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Great British Beach Clean results are in – number of cotton buds found is down but wet wipes still common

By David G Scott

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The Marine Conservation Society’s (MSC) annual Great British Beach Clean, which took place from 17th - 26th September this year, saw 6176 volunteers head outside to clear litter from their local streets, parks and over 55,000 metres of UK beaches.

A total of 5064.8kg of litter was collected and recorded over the week by dedicated volunteers and the results are in.

In Scotland, 15,575 metres of beach were cleared and surveyed by 1531 volunteers. 592 bags of litter were filled, weighing 2002kg.

In positive news, the average litter recorded per 100 metres is dropping year on year across the UK. Across the UK, an average of 385 items were found, dropping from averages of 425 in 2020, and 558 in 2019. In Scotland, 346 items were found on average per 100 metres this year, with the average dropping over the last five years.

Dunnet beach. Picture: DGS
Dunnet beach. Picture: DGS

The drop in litter levels can at least in part be attributed to single-use plastics bans and charges put in place across the UK. MSC data supported Scotland’s banning of the manufacture and sale of plastic cotton bud sticks in October 2019.

An average of 10 plastic cotton bud sticks were recorded by volunteers in Scotland this year, dropping 50 per cent from last year, where an average of 20 were recorded on Scottish beaches.

The carrier bag charge, which was increased to 10p in April 2021 in Scotland, is another policy which has likely had a positive impact on Scottish beach litter levels. An average of three single-use plastic shopping bags were recorded for every 100 metres of Scottish beach cleaned this year, steadily dropping from an all-time high of 17 recorded on Scotland’s coast in 2013.

Unfortunately, plastic pieces remain the most prevalent form of litter across UK beaches; 70 per cent of litter collected at this year’s Great British Beach Clean in Scotland was made of plastic or polystyrene. An average of 101 plastic or polystyrene pieces were found for every 100 metres of Scottish beach surveyed.

Items previously found by Caithness Beach Cleans group. Plastic items such as this are still the most common pollution found on Scottish beaches.
Items previously found by Caithness Beach Cleans group. Plastic items such as this are still the most common pollution found on Scottish beaches.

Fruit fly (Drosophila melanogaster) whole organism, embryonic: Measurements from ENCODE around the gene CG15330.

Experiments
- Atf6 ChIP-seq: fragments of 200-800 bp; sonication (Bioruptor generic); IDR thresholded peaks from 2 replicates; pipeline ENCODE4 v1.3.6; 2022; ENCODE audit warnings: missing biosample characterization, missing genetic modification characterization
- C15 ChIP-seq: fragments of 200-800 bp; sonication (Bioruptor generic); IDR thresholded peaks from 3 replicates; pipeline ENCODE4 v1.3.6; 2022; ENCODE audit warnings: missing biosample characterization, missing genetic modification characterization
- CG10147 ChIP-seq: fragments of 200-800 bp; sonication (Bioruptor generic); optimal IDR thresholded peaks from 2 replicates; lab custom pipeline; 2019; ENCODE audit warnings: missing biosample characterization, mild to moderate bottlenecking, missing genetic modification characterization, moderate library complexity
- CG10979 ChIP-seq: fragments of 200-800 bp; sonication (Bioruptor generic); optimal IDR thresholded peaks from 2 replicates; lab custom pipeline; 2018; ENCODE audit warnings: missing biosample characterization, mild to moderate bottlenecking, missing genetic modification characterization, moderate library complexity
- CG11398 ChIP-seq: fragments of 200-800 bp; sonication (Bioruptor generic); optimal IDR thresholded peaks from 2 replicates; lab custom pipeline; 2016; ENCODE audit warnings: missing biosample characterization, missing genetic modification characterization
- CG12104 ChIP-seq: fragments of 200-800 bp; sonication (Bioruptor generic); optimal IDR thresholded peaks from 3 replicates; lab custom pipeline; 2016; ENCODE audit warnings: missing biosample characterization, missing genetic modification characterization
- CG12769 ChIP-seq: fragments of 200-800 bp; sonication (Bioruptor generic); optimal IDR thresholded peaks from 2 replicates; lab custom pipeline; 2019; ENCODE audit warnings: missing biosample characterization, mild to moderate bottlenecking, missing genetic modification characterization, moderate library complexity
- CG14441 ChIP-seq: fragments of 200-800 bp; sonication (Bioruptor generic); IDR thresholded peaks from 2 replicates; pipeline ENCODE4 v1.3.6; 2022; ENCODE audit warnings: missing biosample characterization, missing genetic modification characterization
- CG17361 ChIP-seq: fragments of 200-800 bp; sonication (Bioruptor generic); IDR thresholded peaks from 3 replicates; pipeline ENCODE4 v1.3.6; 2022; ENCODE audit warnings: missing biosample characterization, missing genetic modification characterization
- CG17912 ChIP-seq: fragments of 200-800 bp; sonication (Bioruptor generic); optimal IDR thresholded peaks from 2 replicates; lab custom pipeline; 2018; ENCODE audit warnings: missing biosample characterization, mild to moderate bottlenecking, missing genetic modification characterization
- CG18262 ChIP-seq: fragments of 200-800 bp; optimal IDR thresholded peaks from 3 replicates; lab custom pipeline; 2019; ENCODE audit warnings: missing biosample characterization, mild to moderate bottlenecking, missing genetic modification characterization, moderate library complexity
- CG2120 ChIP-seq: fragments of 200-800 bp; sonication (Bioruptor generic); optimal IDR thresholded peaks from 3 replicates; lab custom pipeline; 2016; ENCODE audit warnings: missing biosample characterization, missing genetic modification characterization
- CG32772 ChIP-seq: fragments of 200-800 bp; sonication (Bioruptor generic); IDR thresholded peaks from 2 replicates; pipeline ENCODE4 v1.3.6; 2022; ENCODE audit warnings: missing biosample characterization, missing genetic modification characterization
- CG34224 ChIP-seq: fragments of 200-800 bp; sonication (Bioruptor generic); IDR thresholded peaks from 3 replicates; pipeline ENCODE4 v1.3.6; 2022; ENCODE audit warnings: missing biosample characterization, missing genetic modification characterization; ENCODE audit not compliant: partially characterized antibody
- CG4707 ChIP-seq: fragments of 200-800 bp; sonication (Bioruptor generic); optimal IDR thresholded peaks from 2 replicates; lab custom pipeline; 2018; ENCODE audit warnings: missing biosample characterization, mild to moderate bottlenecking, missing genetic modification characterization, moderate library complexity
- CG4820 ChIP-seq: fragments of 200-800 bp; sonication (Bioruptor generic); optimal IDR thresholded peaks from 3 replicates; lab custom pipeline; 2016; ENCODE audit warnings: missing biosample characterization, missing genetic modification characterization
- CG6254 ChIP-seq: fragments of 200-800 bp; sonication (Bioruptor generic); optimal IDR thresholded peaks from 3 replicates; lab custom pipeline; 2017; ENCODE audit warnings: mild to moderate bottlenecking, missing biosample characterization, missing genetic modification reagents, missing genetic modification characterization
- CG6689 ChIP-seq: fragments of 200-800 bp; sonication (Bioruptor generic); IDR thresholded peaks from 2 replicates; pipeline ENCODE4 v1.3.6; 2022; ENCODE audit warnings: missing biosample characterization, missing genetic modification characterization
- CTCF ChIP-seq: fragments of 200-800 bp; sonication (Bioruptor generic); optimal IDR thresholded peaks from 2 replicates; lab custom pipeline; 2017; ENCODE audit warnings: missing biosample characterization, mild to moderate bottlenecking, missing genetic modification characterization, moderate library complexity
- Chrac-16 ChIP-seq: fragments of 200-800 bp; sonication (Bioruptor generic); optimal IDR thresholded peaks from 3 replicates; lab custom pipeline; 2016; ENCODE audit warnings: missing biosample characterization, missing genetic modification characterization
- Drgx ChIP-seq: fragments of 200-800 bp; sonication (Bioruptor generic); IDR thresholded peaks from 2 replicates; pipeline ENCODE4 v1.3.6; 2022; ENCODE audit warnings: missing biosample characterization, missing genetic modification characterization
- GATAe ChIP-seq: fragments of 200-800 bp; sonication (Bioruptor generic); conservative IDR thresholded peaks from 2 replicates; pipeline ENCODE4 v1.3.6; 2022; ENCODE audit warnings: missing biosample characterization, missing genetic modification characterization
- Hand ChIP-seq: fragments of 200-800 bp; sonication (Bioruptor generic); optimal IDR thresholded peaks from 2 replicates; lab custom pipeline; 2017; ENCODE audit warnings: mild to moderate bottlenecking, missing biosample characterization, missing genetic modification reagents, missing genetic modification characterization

The second most common litter item polluting Scottish beaches is wet wipes, many of which contain plastic.

Wet wipes have consistently featured in the top 10 most common litter items on Scottish beaches surveyed over the last five years. This form of litter, including other sewage-related items (like sanitary towels and nappies) isn’t a pandemic-related problem, but a chronic, long-term issue that needs to be tackled now.

Wet wipes often make their way to the coast through the sewer system. When they are wrongly flushed and sewers subsequently overflow or are misconnected, these items containing plastic end up on Scottish shores.

Catherine Gemmell, Scotland conservation officer at the MSC: “I can’t believe that in 2021 our volunteers are still having to pick up plastic-filled wet wipes on Scottish beaches. We know policies from government work, as evidenced by the drop in numbers of single-use plastic bags and cotton buds on beaches. But time is running out. We need action, now, from government and industry.

“Banning single-use plastic wet wipes is such an easy step to take in order to help achieve a circular economy and a society of reuse, repair and refill."

Top five most common litter items on Scottish beaches

1. Plastic and polystyrene pieces (100.8)

2. Wet wipes (25)

3. Crisp and sweet packets, lolly sticks etc (19.4)

4. String/cord (18.5)

5. Glass items (13.1)

Lizzie Prior, beachwatch manager at the MSC: “The ongoing downward trend we’re seeing in litter levels on UK beaches is a positive sign that the actions we’re taking at a personal, local and national level are working. But we can’t sit back and relax, now is the time for even more ambitious action.”

Read more about the Great British Beach Clean, and the MSC’s year-round Beachwatch programme on the charity’s website: www.mcsuk.org

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